“Where phosphate is concerned, we saw raw material production costs rise significantly, while transport and taxation costs also went up.”
For diammonium phosphate (DAP), which is produced from sulphur, ammonia and phosphate rock, soaring demand for all three raw materials resulted in a $785/t increase.
“Transport costs then added a further $50/t, while the 6.5% duty on fertiliser products coming into the EU put on $60/t. This meant that the total production costs for DAP went up by $895/t.”
In contrast, potash was not a traded product, so prices tended to be fixed every six months, said Mr Aitken. “But it’s a vital ingredient for edible oils and biofuels, so high demand for these helped to put prices of potash up.”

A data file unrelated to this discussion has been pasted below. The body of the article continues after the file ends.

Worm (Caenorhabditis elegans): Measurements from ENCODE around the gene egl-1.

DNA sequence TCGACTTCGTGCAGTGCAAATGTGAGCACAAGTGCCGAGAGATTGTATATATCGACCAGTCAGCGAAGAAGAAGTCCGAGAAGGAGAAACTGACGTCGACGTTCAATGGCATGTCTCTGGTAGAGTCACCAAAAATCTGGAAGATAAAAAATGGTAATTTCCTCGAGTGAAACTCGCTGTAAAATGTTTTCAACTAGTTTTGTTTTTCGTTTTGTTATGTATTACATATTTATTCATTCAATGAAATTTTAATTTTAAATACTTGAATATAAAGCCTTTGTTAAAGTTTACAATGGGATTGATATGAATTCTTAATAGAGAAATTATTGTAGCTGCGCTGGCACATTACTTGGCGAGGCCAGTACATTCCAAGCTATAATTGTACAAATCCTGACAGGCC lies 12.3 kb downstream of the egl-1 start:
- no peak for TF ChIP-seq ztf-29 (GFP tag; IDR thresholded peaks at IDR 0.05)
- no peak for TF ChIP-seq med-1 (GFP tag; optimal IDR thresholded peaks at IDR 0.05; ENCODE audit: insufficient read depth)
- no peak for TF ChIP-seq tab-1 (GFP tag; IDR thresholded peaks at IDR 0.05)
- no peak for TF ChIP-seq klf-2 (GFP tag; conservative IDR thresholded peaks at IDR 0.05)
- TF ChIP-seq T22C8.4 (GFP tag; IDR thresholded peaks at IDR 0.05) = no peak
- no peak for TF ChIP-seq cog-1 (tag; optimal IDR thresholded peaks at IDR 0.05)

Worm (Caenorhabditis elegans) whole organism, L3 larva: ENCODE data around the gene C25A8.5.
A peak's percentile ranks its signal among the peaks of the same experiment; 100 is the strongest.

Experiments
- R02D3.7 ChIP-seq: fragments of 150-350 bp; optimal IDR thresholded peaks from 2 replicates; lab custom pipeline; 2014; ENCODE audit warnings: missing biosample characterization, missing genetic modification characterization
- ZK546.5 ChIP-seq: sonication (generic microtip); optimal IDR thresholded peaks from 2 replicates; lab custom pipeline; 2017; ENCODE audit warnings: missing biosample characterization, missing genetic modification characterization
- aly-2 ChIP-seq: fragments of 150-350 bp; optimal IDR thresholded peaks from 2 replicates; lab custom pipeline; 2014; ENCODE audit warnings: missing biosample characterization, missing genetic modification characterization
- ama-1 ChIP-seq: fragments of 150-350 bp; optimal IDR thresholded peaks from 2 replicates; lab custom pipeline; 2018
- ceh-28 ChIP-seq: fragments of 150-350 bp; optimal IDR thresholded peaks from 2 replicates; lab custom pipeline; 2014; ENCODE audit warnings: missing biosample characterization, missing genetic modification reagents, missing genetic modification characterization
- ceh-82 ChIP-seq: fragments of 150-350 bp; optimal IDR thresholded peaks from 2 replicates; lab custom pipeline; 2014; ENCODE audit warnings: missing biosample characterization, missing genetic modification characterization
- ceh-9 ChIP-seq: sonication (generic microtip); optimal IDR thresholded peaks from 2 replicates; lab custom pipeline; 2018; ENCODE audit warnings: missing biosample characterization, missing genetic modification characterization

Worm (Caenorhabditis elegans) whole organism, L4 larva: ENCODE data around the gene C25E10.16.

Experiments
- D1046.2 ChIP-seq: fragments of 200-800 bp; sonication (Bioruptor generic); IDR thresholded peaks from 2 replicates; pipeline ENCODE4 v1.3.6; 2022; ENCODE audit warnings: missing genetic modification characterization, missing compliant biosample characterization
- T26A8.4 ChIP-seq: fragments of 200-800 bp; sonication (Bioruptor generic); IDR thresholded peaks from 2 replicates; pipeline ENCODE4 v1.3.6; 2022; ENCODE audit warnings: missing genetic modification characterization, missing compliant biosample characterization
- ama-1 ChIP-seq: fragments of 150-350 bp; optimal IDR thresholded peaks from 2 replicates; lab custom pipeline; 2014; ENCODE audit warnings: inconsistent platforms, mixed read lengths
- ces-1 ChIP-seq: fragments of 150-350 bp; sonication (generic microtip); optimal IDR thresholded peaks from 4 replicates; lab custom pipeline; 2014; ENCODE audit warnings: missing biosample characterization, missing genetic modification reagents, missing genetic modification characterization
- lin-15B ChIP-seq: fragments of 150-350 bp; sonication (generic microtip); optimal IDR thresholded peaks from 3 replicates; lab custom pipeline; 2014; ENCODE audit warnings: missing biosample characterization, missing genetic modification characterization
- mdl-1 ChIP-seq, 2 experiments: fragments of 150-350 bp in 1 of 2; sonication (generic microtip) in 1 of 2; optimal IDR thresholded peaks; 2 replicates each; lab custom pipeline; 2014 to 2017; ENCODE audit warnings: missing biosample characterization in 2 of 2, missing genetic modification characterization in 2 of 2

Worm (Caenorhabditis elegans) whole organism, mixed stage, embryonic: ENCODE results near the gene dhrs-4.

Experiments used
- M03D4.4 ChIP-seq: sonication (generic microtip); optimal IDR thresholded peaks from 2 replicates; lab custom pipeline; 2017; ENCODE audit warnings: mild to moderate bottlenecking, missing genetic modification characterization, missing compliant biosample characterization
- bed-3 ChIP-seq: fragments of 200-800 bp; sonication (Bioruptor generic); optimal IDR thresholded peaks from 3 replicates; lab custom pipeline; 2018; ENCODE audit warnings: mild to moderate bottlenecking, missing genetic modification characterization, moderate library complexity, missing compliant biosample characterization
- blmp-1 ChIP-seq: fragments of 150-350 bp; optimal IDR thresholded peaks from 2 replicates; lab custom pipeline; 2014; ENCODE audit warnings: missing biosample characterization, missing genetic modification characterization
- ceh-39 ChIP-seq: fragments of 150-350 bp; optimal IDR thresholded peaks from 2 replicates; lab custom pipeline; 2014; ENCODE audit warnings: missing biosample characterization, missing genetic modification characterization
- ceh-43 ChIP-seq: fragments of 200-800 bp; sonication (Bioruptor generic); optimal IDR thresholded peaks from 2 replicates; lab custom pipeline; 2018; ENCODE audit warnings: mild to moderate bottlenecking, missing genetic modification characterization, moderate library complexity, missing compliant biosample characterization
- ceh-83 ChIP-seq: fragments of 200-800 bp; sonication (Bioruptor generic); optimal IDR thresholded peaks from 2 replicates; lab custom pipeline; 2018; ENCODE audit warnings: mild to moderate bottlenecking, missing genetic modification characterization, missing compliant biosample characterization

Urea prices had shown enormous volatility in the past 12 months, with the market now being back where it started, he said.
“China is the biggest producer and user of urea, so when there were concerns about feeding their people last winter, they put an export tax on urea. This resulted in a buying frenzy, which was given further impetus when India entered the market.”
Since then, demand had evaporated, bringing prices right back down again. “The credit squeeze has resulted in nervousness, so no-one is buying. Countries are struggling to fund imports.”
“We’re expecting reduced fertiliser demand in 2009, due to lower plantings.”